Boyd Lemon is the author of the recently published memoir, Digging Deep. His memoir is unusual in many respects: the depth and candor of the material, his organizing structure and his decision to self-publish and promote it like crazy. In this post Boyd answers questions about his general writing process.
SL: Early in the book you mention that you’d been writing short fiction and decided to write about your marriages. What gave you that idea?
BL: My young writing mentor, whom I call Kate in the book, suggested it. I yearned to write a novel, after having written about 15 short stories, and when I mentioned it to her, she told me she thought I wasn’t ready yet to write a novel and suggested that I write a memoir about my three marriages. “There’s gold there,” she said. After thinking about it, I decided she was right.
SL: When did your idea of writing about your marriages evolve into a commitment to publish a memoir?
BL: After I finished the third draft, I thought about publishing it. I sent it to a beta reader who was a best-selling author. He read it and told me I should publish it. That encouraged me, and I hired a professional editor, who came up with the idea of putting the material about my writing the memoir in the present tense to make it less confusing. I did and thought that made a world of difference. At that point, I decided to publish it, although it went through several more drafts after that.
SL: Your editor was inspired. I especially admired the way you alternate present tense reflections and an ongoing account of your writing experience with memory flashbacks. Many readers may find inspiration in this structure. Did you give yourself a deadline for finishing the project?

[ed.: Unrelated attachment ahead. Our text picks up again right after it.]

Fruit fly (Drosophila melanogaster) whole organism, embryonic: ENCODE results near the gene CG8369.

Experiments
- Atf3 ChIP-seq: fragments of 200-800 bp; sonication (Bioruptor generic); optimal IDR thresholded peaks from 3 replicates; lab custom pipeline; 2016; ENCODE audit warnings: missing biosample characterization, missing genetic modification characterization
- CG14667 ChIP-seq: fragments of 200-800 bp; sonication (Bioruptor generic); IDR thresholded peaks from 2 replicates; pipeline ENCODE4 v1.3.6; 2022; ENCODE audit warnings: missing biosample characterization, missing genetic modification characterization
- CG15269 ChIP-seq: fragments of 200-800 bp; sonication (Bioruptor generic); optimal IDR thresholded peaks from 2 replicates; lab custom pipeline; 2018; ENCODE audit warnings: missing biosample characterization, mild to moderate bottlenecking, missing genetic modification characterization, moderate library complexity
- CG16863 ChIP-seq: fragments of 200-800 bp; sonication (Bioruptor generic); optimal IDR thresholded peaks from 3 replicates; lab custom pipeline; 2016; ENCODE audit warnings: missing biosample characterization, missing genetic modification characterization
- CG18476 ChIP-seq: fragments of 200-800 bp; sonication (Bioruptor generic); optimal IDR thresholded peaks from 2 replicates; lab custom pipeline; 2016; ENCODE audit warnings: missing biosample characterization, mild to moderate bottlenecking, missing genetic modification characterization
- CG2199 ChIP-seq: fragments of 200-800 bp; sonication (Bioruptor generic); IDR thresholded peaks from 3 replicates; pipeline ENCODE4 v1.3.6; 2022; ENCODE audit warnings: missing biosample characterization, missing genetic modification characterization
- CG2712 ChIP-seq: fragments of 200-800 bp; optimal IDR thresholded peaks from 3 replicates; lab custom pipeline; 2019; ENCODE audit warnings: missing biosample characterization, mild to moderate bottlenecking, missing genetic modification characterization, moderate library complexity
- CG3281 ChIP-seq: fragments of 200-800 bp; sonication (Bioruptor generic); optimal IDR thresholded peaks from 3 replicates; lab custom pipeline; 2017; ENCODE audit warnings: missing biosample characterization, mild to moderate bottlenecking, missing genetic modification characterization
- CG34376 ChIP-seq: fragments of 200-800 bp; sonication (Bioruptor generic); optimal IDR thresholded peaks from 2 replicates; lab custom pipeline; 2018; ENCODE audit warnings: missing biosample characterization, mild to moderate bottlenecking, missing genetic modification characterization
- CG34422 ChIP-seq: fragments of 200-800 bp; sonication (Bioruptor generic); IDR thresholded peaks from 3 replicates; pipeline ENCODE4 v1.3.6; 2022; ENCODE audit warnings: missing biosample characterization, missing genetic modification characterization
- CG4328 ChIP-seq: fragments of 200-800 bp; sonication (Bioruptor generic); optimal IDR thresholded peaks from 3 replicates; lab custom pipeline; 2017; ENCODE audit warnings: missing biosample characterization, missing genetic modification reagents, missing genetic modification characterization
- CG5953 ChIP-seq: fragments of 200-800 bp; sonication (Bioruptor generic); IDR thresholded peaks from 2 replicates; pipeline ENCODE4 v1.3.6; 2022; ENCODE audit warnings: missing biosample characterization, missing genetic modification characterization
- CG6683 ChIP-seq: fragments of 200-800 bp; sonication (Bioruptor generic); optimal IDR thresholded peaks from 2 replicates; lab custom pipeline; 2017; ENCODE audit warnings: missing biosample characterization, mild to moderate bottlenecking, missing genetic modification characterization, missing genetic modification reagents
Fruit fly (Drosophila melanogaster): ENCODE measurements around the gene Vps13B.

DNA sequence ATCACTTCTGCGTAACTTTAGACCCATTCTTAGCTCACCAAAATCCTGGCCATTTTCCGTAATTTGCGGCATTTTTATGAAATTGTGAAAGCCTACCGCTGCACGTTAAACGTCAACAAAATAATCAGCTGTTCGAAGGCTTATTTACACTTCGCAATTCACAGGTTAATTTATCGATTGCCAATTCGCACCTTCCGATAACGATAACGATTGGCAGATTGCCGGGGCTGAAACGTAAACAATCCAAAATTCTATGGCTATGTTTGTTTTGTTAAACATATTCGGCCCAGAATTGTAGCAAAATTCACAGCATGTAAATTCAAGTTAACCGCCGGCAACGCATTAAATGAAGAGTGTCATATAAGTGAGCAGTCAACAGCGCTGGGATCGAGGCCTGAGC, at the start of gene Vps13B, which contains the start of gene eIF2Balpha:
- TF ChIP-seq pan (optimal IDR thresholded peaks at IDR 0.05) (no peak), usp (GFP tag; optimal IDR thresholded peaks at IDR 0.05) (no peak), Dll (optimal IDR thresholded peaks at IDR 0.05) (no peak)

BL: Not a time deadline, but I gave myself a limit on the number of drafts, because I am the type of person who could go on making revisions forever. My arbitrary limit was 10 drafts, which I never reached, surprisingly. I decided it was finished after seven drafts, except for correcting typographical and grammatical errors.
SL: You’ve mentioned that you are working on a second memoir. Will it be structured the same way as Digging Deep?
BL: I don’t think so, although I haven’t settled on a structure yet. So far I have just been writing whatever comes into my head, and I’m only about half way through the first draft as best I can tell, but don’t think the present tense looking back to the past will fit this one.
SL: What is your uber-agenda as you write your second book?
BL: It is about retirement, how I planned it, what issues I faced, what went right, what went wrong, what surprised me and how it changed me as a human being. I hope to finish the first draft by the end of October, complete the book by next summer and go on a cross country tour promoting both books next summer. However, if it doesn’t work out, I am not going to rush the second book. I’ll just go on tour with Digging Deep.
SL: What advice do you have for memoir writers?
BL: I think a lot of memoir writers have difficulty finishing their memoirs, probably because many memoirs are emotionally wrenching combined with fear of what others will think. However, I think that most of us who have finished a memoir have found them healing in the end. So I encourage memoir writers to keep at it and finish. Whether you publish it is another issue, but you don’t have to decide that before you finish it. The other advice I have is, above all, be honest. If you try to sugarcoat it, your readers will know.
Part Two of this interview is published on my sister blog, Writing for the Health of It. Click here to read Boyd’s answers to questions about the writing process as it relates to his ex-wives and children.